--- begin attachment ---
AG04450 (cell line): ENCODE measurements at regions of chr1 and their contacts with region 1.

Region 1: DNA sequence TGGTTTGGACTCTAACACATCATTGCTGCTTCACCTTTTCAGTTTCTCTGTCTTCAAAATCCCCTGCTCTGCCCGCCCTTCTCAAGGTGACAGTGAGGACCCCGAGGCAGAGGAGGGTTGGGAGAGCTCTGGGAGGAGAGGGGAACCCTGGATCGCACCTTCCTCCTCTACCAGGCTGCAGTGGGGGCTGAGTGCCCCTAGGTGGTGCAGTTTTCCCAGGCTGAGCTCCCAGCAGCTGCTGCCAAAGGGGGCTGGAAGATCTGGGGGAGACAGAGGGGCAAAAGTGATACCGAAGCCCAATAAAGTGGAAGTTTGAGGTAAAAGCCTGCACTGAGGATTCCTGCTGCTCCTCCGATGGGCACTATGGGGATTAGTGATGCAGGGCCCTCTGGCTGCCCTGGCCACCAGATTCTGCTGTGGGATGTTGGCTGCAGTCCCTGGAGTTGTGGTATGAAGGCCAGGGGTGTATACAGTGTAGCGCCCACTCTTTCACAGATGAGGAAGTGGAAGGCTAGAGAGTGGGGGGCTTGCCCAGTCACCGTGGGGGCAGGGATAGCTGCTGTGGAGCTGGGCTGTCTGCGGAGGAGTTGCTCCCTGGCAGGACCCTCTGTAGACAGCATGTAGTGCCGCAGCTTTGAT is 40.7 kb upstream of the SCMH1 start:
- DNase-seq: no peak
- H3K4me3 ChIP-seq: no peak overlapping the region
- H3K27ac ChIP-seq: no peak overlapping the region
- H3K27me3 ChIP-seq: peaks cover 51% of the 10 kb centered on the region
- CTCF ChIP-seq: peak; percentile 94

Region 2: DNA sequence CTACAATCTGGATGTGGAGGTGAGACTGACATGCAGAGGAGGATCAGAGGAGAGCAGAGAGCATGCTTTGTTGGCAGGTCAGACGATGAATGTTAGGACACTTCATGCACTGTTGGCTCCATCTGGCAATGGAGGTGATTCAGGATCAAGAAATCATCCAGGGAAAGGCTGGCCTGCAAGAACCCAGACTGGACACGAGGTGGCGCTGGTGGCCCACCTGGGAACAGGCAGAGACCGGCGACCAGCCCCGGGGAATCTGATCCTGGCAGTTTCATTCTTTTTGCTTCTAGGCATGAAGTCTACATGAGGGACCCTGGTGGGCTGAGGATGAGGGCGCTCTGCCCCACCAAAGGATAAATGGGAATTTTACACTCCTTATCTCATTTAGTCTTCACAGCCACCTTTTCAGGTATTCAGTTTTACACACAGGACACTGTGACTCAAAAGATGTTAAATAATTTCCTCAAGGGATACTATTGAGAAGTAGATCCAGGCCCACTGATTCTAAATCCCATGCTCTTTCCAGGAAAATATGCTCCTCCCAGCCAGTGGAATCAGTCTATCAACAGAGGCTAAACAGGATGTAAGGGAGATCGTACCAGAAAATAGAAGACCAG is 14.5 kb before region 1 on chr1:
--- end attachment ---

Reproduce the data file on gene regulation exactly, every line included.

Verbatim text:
AG04450 (cell line): ENCODE measurements at regions of chr1 and their contacts with region 1.

Region 1: DNA sequence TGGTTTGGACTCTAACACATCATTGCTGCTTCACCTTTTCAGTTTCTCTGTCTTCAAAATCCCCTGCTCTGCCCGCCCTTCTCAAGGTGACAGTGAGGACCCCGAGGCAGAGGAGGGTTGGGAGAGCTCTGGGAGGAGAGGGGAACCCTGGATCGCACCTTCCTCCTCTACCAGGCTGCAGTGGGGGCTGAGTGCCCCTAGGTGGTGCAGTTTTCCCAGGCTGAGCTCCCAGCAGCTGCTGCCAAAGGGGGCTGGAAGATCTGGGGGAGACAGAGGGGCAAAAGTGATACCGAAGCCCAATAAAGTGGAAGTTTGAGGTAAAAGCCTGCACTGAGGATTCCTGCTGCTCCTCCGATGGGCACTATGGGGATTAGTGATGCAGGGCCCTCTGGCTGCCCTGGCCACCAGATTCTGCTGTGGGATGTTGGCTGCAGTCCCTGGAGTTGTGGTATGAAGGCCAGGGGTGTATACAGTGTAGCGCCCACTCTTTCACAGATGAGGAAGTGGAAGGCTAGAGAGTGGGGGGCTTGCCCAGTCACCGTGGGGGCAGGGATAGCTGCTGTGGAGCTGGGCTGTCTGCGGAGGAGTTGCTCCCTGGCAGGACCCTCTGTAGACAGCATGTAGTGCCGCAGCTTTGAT is 40.7 kb upstream of the SCMH1 start:
- DNase-seq: no peak
- H3K4me3 ChIP-seq: no peak overlapping the region
- H3K27ac ChIP-seq: no peak overlapping the region
- H3K27me3 ChIP-seq: peaks cover 51% of the 10 kb centered on the region
- CTCF ChIP-seq: peak; percentile 94

Region 2: DNA sequence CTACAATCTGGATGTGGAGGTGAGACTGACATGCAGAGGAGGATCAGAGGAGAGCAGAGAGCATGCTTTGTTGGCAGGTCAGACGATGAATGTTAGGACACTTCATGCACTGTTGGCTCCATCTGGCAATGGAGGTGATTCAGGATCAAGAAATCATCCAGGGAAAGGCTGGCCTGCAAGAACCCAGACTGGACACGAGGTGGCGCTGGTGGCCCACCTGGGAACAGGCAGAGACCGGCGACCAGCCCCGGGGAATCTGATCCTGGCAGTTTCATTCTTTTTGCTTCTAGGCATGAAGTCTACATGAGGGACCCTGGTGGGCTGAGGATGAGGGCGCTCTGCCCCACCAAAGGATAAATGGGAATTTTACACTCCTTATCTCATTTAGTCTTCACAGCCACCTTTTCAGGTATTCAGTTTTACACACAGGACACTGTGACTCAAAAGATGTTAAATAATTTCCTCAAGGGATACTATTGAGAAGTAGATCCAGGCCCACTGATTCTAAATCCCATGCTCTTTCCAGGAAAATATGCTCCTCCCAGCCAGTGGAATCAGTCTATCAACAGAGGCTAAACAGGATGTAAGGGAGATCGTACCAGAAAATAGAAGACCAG is 14.5 kb before region 1 on chr1: